Information is the first step towards understanding low-income markets, and how inclusive business models and social enterprise models can improve livelihoods in low-income communities.
Companies, academic institutions and international organisations typically need to answer questions such as:
- What are the needs and expectations that need to be addressed, and how big is the market?
- How do the spending patterns change, and how are products and services used?
- Who sells them, and through which distribution channels?
- What innovative business models have already achieved results in the lower income segments, and how have they been implemented?
Over the past 10 years, Reciprocity has compiled a significant body of research on these questions in a variety of sectors such as Energy, Housing, Financial services, Fast Moving Consumer Goods, and Health Care. Our clients include the United Nations Development Programme (UNDP), The World Bank, German Development Agency GIZ, Southern Africa Trust, and the Southern Africa Regional Programme on Access to Medicines and Diagnostics (SARPAM).
Information is a first step towards developing a low-income market strategy.
From here, you can decide to immerse yourself in the dynamics of low-income markets, investigate,
design and implement a pilot, or do all three of those.
UNDP, in collaboration with both public and private institutions in the tourism sector in Uganda, has sought to promote the development of inclusive business models in the tourism sector and and maximise their impact, especially through the inclusion of low-income communities. The tourism sector in Uganda is currently facing a number of challenges preventing it from reaching its full potential.
Reciprocity, in collaboration with Endeva, co-organised a workshop in Kampala aimed at creating a “collaborative platform” involving key stakeholders from the public and private sectors, and civil society.
The collaborative platform launched by the Minister of Tourism of Uganda in April 2017, presented a specific plan of action in 5 strategic domains.
Launched in 2006, UNDP’s Growing Inclusive Markets (GIM) initiative has compiled the world’s most extensive database of inclusive business models on six continents. Reciprocity contributed two case studies to this growing body of knowledge:
– Mondi Paper Recycling: Outsourcing the Supply Chain
– Moladi : An affordable Housing solution for the poor ?
Over the past 15 years, The United Nations Development Programme (UNDP) has been one of the leading global organisations conducting extensive research on inclusive business models and their developmental impact, based on the premise that “the private sector is a great untapped resource for investment and innovation to achieve the Millennium Development Goals” (see: Creating Value for all: Strategies for doing business with the poor – UNDP GIM Report, 2008). The MDGs were replaced in 2015 by the Sustainable Development Goals, and UNDP continues to promote inclusive growth through inclusive business models through its partnership strategy with the private sector.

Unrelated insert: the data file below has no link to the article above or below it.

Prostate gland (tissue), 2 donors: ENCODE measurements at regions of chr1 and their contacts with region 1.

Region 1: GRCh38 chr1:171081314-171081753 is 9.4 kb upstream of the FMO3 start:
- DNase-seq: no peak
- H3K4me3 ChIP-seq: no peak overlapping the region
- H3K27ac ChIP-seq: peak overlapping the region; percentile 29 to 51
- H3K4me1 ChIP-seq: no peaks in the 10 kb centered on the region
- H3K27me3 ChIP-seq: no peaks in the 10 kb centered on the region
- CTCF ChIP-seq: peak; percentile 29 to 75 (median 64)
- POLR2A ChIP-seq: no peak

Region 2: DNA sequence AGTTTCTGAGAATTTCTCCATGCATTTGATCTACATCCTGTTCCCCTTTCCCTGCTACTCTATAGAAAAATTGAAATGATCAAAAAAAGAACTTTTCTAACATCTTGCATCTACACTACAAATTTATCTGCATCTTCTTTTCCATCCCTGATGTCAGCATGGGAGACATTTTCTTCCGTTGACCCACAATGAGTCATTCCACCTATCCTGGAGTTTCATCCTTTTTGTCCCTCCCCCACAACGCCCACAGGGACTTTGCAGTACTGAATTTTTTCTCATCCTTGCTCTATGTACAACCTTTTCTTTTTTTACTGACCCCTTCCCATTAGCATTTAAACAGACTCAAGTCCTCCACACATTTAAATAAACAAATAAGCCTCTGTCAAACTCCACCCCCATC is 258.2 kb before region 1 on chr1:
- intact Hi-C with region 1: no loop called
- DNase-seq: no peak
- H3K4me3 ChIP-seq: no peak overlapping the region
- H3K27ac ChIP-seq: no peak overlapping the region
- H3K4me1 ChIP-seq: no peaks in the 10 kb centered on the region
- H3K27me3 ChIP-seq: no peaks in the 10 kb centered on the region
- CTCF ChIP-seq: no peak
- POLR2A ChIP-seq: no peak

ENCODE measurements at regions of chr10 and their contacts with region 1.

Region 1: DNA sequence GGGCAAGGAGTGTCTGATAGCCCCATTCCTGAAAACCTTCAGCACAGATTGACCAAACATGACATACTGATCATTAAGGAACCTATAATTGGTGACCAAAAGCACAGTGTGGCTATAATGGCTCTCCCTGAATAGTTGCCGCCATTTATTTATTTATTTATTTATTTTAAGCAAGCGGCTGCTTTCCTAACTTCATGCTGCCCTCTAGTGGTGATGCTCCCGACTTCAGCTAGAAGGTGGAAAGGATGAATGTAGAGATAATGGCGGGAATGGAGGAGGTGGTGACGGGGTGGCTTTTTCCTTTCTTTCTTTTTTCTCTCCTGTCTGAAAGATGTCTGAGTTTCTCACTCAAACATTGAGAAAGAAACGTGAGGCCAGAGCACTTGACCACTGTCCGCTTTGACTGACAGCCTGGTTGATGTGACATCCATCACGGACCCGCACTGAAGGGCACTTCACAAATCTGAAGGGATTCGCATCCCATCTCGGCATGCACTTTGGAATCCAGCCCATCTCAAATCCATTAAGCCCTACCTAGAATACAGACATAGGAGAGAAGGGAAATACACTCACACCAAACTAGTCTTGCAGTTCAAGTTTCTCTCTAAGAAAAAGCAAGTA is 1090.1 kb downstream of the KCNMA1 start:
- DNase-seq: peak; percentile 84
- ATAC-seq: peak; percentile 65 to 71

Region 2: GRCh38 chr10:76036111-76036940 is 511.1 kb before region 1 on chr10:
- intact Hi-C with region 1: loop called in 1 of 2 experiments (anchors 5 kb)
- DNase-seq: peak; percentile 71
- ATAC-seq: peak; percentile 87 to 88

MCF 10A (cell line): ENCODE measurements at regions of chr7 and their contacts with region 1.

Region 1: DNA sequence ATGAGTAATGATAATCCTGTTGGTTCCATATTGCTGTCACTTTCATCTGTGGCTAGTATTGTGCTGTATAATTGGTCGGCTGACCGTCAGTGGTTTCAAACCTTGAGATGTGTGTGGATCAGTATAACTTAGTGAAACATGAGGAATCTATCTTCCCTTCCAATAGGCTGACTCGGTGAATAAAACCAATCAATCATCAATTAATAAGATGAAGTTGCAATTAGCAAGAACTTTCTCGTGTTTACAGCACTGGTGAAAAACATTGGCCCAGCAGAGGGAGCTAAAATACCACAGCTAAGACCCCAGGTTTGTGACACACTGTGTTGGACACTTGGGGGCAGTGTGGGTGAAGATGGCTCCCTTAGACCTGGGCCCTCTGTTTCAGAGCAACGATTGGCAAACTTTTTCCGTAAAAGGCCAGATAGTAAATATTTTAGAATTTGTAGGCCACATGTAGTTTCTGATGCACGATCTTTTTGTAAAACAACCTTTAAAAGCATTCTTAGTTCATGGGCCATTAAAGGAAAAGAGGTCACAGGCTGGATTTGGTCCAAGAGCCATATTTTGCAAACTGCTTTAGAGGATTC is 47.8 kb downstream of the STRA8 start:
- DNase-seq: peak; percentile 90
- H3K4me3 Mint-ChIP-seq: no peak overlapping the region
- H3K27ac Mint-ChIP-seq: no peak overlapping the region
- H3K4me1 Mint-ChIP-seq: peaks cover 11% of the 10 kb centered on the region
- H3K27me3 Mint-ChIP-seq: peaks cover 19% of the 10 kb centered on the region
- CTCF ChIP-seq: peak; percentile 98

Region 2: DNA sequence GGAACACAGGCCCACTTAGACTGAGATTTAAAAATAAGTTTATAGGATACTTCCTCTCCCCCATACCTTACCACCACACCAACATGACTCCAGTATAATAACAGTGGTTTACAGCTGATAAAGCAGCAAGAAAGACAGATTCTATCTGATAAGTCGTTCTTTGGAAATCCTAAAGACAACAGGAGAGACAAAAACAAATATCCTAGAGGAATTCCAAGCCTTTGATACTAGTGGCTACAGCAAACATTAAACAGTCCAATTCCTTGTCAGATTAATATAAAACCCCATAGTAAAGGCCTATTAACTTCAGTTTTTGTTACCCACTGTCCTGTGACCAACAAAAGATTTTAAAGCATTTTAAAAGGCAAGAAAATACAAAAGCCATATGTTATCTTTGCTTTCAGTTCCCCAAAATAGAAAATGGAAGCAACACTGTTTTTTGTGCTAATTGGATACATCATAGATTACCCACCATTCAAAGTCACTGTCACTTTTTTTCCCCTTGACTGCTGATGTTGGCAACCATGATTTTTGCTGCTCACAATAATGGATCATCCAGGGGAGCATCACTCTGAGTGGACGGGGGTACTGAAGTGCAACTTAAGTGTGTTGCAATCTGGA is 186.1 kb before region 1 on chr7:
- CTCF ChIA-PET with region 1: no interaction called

In late 2010, The German Federal Development Agency GIZ (formerly GTZ) conducted an extensive study on the impact of business on development in 6 countries around the world: Brazil, China, South Africa, Egypt, India and Mexico.
Reciprocity was appointed country team for South Africa by Endeva, GIZ’s contractor.
We produced a country profile as well as two case studies:
- South Africa: A country profile
- SABMiller: Case Study
- Standard Bank: Case Study
The BoP Learning Lab was established in 2006 as a joint initiative by the University of Stellenbosch Business School (USB) and United States professors Stuart Hart and Michael Gordon. Spanning over four continents, the global network of BoP Learning Labs represents a “consortium of leading thinkers and practitioners interested in exploring new business opportunities in low-income communities that would benefit business as well as the local community”.
The aim of the Learning Lab Southern Africa is to provide coverage and exposure to local inclusive business models and innovative business approaches with a high socio-economic impact.
Between 2008 and 2015, Reciprocity organised events and wrote publications of the BoP Learning Lab. During that time, the BoP Learning Lab’s publishing unit has compiled an extensive collection of fact sheets, documenting the private sector’s role as a driver of socio-economic transformation.
Access the publications
As part of an "ecosystem" approach to promote inclusive growth in strategic sectors such as energy, UNDP commissioned Reciprocity in 2016 to carry out an ecosystem mapping of Senegal's solar energy sector that identified a number of challenges within Senegal’s solar energy ecosystem. These included a lack of positive incentives, quality standards, access to financing, workforce capacity, and awareness.
During the mapping, UNDP and Reciprocity identified and engaged key stakeholders. They included representatives of government (the Ministry of Environment, the Ministry of Energy, the National Agency for the Promotion of Renewable Energy (ANER), and the Agency for Rural Electrification (ASER)), Senegal’s renewable energy business council COPERES, the Centre for Studies on Renewable Energy of Senegal (CERER), banks, beneficiary organisations, and private sector companies. The mapping exercise led to to the creation of a collaborative platform which advanced the agenda of solar energy in Senegal and led to tangible positive outcomes by 2020, including regulatory changes and better access to finance for solar energy companies operating in Senegal.